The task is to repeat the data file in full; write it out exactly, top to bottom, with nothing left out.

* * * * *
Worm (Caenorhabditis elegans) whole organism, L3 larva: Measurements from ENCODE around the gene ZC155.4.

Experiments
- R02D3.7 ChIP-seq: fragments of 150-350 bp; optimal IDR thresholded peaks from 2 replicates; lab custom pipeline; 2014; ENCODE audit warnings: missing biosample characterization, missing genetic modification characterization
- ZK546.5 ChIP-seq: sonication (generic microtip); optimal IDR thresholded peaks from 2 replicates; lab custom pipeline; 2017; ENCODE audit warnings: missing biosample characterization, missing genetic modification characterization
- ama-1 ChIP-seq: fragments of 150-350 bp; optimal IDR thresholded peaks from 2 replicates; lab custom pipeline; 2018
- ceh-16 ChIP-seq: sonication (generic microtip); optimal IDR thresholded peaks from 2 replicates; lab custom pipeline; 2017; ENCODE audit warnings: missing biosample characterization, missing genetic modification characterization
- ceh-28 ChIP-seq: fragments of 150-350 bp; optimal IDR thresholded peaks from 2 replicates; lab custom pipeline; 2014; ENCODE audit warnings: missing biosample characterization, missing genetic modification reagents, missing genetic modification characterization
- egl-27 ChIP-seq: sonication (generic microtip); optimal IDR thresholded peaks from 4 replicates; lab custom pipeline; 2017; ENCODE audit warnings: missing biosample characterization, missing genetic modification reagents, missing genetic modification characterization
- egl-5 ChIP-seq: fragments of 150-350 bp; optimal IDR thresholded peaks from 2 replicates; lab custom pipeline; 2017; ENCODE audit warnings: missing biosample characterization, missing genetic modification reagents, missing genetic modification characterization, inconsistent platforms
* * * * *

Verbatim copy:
Worm (Caenorhabditis elegans) whole organism, L3 larva: Measurements from ENCODE around the gene ZC155.4.

Experiments
- R02D3.7 ChIP-seq: fragments of 150-350 bp; optimal IDR thresholded peaks from 2 replicates; lab custom pipeline; 2014; ENCODE audit warnings: missing biosample characterization, missing genetic modification characterization
- ZK546.5 ChIP-seq: sonication (generic microtip); optimal IDR thresholded peaks from 2 replicates; lab custom pipeline; 2017; ENCODE audit warnings: missing biosample characterization, missing genetic modification characterization
- ama-1 ChIP-seq: fragments of 150-350 bp; optimal IDR thresholded peaks from 2 replicates; lab custom pipeline; 2018
- ceh-16 ChIP-seq: sonication (generic microtip); optimal IDR thresholded peaks from 2 replicates; lab custom pipeline; 2017; ENCODE audit warnings: missing biosample characterization, missing genetic modification characterization
- ceh-28 ChIP-seq: fragments of 150-350 bp; optimal IDR thresholded peaks from 2 replicates; lab custom pipeline; 2014; ENCODE audit warnings: missing biosample characterization, missing genetic modification reagents, missing genetic modification characterization
- egl-27 ChIP-seq: sonication (generic microtip); optimal IDR thresholded peaks from 4 replicates; lab custom pipeline; 2017; ENCODE audit warnings: missing biosample characterization, missing genetic modification reagents, missing genetic modification characterization
- egl-5 ChIP-seq: fragments of 150-350 bp; optimal IDR thresholded peaks from 2 replicates; lab custom pipeline; 2017; ENCODE audit warnings: missing biosample characterization, missing genetic modification reagents, missing genetic modification characterization, inconsistent platforms